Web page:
J JamesGames.com Tyco RC Star Trek U.S.S. Enterprise NCC-1701 Digital Radio Control
 

Tyco RC Star Trek U.S.S. Enterprise NCC-1701 Digital Radio Control

She canna do it, Captain
By: James Oppenheim | Created: 2012-05-21 09:22:39 | (Updated: 0000-00-00 00:00:00)
All of my geeky childhood dreams of commanding the Enterprise were dashed by Tyco's fantastically, fatally flawed "First ever Flying R/C Enterprise". Did anyone test this thing before putting it in a box?

Hilariously (as long as you didn't pay for it) this toy flies like a rock; there is nothing aerodynamic about it: Even without the batteries and propellers attached it doesn't fly; it plummets. Stick on the two propellers and the power pack it falls even faster.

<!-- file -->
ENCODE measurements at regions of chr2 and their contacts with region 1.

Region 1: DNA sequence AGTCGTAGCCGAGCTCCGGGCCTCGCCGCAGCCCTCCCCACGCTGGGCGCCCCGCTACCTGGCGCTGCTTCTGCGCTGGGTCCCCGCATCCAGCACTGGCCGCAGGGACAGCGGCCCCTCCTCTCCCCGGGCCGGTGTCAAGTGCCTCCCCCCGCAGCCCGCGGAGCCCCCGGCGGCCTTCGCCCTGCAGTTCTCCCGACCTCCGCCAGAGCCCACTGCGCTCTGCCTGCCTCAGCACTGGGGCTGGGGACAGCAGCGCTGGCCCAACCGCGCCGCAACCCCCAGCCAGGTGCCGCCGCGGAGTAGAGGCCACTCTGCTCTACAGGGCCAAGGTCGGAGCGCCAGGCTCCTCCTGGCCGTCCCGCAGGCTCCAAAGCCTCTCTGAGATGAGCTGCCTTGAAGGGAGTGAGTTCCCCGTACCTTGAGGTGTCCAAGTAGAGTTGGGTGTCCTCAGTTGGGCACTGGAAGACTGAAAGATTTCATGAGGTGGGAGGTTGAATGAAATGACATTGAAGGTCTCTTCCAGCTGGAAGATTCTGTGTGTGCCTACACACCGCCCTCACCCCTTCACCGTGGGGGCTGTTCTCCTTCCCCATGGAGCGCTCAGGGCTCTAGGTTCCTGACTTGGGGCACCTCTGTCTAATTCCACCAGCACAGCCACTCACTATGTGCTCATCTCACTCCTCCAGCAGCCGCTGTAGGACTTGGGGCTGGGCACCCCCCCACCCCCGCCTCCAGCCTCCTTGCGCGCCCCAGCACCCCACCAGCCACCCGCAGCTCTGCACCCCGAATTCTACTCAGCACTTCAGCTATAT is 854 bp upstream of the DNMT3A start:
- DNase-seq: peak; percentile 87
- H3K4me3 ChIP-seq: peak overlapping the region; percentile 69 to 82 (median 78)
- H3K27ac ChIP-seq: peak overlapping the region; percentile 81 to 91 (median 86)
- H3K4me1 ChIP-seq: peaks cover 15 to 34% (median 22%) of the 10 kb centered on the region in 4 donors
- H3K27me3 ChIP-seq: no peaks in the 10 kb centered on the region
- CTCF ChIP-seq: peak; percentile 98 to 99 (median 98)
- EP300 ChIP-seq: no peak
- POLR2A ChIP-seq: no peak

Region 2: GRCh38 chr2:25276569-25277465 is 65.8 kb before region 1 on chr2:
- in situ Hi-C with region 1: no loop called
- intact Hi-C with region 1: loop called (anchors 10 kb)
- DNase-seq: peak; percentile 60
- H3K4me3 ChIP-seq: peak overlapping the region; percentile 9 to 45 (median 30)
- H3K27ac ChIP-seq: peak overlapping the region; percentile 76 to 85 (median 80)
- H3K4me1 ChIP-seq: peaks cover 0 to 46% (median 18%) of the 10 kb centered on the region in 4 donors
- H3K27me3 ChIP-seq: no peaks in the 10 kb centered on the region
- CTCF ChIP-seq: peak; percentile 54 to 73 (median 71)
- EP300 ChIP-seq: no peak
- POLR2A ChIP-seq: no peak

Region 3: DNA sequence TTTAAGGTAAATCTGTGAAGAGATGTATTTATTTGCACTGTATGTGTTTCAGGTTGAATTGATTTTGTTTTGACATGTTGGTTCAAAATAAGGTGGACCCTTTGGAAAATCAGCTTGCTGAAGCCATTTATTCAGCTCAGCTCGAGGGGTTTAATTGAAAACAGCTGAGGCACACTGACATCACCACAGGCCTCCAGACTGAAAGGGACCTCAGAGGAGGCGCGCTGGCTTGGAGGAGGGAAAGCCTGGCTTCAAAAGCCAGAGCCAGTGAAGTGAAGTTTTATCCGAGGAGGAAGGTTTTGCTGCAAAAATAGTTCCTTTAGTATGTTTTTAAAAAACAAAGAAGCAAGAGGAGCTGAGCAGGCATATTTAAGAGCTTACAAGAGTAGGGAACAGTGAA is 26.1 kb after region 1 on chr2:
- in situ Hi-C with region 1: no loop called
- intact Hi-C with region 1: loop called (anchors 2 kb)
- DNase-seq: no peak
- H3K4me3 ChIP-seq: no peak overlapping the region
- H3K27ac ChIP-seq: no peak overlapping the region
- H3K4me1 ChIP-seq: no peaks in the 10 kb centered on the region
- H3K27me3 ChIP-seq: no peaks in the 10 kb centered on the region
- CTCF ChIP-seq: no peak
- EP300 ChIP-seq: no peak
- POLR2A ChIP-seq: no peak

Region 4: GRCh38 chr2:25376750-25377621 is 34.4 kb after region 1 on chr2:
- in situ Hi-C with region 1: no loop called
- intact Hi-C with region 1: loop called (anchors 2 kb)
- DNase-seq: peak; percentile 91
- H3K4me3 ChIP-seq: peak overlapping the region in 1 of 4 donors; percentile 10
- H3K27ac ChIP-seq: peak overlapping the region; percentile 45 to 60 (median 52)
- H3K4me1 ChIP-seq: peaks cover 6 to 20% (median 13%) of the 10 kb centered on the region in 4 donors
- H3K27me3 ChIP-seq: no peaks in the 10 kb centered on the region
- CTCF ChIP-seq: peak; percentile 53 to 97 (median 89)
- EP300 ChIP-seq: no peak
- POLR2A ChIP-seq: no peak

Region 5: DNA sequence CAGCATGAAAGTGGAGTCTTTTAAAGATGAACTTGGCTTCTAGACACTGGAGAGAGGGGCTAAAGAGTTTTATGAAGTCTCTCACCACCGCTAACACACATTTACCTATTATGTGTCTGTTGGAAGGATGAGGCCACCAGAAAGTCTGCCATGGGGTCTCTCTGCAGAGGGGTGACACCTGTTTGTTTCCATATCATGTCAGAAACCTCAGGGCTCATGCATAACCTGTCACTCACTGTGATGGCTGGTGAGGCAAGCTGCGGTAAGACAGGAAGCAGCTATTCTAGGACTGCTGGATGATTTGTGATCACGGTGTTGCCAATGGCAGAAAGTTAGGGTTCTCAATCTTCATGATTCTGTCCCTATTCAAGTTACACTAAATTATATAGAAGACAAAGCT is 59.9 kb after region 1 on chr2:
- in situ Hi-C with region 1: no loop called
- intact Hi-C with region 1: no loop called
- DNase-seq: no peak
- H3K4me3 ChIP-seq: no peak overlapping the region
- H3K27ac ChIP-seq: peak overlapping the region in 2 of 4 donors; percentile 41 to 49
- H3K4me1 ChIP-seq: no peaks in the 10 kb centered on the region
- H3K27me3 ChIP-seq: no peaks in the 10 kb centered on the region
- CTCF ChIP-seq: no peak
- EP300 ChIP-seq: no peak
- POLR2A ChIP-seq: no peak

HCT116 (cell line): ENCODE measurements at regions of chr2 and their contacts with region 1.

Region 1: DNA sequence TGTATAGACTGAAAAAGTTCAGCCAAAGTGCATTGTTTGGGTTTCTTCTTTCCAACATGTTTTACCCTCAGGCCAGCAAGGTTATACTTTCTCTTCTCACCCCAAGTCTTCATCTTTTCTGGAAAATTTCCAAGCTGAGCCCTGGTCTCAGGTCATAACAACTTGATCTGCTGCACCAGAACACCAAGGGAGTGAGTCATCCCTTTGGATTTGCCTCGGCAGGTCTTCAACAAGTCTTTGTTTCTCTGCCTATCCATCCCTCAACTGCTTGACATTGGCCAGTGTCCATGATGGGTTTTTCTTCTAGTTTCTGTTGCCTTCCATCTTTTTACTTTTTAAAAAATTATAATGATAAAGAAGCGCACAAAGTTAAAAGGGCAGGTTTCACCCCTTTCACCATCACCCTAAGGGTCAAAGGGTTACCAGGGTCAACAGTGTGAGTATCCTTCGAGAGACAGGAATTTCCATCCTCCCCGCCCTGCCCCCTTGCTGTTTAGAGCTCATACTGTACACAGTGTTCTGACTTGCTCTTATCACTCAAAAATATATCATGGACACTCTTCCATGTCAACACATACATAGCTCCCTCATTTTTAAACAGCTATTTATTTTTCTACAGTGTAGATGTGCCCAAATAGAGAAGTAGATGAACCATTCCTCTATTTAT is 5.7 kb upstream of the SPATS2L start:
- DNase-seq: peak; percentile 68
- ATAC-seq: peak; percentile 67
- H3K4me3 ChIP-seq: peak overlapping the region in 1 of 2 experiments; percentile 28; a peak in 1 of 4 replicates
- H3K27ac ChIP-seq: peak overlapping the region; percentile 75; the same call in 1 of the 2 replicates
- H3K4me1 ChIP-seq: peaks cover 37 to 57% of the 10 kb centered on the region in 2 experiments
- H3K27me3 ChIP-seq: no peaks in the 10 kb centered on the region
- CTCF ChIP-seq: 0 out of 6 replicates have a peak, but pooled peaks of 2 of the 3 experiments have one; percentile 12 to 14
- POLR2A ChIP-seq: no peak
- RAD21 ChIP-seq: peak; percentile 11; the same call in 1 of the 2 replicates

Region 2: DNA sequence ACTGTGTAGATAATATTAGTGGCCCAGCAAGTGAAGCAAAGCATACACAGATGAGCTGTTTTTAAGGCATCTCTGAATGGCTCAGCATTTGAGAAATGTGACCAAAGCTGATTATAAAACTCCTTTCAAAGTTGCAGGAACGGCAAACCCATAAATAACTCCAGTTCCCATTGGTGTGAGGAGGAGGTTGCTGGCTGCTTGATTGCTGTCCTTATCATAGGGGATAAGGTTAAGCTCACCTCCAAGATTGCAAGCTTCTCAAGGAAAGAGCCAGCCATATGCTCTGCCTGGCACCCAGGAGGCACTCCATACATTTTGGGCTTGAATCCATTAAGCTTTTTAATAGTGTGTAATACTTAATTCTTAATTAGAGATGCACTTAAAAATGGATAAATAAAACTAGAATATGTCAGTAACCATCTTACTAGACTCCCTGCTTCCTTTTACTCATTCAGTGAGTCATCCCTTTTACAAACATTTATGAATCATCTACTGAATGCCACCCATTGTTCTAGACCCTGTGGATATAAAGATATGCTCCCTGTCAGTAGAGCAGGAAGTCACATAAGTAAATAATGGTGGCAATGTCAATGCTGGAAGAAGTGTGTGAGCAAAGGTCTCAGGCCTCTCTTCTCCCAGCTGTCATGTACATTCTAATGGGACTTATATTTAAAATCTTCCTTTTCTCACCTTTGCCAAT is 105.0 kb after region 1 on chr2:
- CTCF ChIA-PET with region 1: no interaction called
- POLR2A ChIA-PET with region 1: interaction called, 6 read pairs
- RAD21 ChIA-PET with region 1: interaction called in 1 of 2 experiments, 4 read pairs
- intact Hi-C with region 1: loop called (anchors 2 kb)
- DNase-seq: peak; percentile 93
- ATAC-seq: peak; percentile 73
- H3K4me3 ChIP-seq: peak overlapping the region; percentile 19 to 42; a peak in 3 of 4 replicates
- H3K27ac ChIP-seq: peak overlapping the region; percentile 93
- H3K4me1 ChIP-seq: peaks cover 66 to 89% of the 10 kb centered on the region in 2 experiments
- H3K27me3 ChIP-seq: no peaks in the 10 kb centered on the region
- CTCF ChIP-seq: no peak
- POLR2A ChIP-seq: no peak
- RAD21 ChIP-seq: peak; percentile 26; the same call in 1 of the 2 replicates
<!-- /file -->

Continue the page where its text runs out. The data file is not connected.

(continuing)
Yes, there is a wireless RC controller that is supposed to control throttle and direction. None of our test flights lasted long enough for the directional control to have any observed affect as the Enterprise crashed to the ground. The propellers didn't significantly add to the length of it time in the air.

Explaining the physics of why neither the Enterprise, nor the Tyco Klingon Bird of Prey, are airworthy. But that would be just about the only interesting stimulation you're likely to find in this box of foam, plastic and junk. After only a few attempts at flight, both toys were damaged. Even if they had been able to fly when first constructed (they weren't) they certainly couldn't after they got banged up after their first two "flights".

The Enterprise, in particular, is as airworthy as you might expect a steam punk, propelled driven spaceship to be. Front heavy, it doesn't glide, it lunges for the ground. Only of interest to collectors (who will leave it sealed in plastic, thereby avoiding the disappointment lurking inside), the Tyco RC Enterprise should be avoided under Starfleet General Order Seven.

 
 
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Tyco